There are altogether in Nature between 50 and 60 different metals, but on account of the unfitness of many through difficulty of extraction from their ores, rarity, or rapid oxidation when exposed to the atmosphere, the numbers that can be used for general manufacturing purposes are only about a dozen.
The qualities possessed by metals which enable them to be used for so many purposes are: -
Metallic Lustre, or the property of reflecting rays of light.
Tenacity, or the strength with which the particles of which a metal is formed resist being pulled asunder.
Malleability. The property which many metals have of being hammered or rolled out into a large surface or thin sheet without fracture.
Ductility is the property which enables a metal to be drawn into a thin wire.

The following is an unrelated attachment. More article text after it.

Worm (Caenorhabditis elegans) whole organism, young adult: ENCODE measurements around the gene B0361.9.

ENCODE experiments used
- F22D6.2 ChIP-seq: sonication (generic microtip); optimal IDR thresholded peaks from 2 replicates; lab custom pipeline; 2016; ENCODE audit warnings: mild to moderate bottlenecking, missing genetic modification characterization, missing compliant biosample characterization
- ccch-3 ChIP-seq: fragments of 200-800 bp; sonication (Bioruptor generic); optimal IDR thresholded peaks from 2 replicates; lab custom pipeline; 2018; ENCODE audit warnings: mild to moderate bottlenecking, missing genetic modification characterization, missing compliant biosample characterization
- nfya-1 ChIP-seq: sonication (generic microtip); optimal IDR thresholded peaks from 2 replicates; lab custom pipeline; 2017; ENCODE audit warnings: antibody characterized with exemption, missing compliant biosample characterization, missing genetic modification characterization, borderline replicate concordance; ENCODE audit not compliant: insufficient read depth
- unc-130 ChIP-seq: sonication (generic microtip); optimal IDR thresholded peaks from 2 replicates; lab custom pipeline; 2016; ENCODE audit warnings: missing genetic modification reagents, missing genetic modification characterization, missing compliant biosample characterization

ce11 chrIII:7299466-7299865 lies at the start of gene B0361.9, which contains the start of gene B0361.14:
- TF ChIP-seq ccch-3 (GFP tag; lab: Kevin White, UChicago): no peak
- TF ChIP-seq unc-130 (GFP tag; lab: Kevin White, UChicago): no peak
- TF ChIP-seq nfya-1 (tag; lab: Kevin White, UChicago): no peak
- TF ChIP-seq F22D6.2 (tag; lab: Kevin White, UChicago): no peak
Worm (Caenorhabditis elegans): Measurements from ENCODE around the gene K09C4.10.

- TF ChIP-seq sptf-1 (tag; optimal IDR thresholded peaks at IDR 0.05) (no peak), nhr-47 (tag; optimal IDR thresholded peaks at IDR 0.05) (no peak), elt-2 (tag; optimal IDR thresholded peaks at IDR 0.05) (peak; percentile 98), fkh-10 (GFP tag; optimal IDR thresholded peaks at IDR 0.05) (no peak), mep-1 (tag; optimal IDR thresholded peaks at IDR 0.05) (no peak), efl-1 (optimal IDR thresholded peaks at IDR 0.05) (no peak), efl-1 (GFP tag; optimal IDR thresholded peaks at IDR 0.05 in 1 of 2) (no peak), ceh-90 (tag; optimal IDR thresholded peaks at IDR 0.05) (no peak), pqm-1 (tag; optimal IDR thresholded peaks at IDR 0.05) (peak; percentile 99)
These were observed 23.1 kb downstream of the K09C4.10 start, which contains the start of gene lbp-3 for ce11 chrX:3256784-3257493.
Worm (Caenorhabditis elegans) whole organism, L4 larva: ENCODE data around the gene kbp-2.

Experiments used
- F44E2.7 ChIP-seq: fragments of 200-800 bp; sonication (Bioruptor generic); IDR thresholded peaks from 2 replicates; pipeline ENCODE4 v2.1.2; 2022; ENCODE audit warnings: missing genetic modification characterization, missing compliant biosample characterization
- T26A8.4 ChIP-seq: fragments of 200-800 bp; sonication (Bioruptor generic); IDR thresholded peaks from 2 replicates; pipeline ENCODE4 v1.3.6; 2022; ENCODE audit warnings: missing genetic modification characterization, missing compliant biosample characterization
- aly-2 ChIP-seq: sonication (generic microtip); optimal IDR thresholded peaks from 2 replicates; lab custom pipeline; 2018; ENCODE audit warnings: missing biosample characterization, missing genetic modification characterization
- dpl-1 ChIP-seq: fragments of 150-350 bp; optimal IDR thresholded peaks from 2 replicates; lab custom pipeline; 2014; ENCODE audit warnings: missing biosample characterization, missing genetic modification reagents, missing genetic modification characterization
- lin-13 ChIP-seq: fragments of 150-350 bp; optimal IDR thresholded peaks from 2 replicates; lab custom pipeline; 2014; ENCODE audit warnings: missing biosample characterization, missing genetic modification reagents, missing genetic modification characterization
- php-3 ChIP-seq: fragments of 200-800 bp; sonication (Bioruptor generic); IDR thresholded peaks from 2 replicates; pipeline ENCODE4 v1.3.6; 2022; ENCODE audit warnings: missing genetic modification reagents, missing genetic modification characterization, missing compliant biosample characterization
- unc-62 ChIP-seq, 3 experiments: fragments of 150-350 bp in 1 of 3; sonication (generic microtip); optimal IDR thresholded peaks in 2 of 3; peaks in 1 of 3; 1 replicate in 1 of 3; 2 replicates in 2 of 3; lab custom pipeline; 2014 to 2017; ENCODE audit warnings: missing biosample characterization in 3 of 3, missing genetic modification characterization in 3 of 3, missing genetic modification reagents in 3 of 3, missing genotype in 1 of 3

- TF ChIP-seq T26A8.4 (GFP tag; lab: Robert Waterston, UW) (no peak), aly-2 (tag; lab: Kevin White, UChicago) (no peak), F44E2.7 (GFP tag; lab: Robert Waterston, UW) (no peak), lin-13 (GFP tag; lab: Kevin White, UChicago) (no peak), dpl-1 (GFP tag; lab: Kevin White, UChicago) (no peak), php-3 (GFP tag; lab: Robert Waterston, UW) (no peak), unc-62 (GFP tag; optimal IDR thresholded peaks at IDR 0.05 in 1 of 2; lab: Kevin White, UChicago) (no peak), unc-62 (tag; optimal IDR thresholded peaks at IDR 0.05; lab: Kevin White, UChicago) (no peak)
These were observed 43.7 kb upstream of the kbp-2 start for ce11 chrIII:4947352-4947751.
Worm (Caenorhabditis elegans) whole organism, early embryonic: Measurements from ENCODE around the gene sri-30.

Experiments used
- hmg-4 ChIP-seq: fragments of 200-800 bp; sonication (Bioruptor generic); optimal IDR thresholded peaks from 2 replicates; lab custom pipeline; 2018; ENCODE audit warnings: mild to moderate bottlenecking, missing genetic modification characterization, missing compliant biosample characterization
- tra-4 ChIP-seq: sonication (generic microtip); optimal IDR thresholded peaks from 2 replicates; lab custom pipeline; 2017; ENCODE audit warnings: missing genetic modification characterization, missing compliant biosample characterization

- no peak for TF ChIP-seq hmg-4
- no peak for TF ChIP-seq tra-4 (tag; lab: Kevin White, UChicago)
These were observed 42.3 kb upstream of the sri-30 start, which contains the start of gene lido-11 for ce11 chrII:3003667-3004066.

Specific Gravity, or relative weights of metals all compared to the weight of an equal volume of water.
Conducting Power for Heat. The property which metals possess in varying degree of transmitting heat along or through them.
Conducting Power for Electricity. The particular quality which metals have of becoming the medium for the passage of electricity.
Fusibility. The property which metals possess of becoming liquid when heated to a sufficiently high temperature.
Expansion and Contraction is the property which a metal has of increasing its length or volume when heated, or decreasing the same when cooled.
Specific Heat, or the relative quantities of heat absorbed by metals all compared to the heat absorbed by an equal weight of water when raised through the same temperature.
Tenacity in Tons per Sq. In
12 to 15
18 to 24
7 to 10
In the following table the metals are arranged in the order of their respective qualities, the first in the list being the best: -
Conducting Power for Heat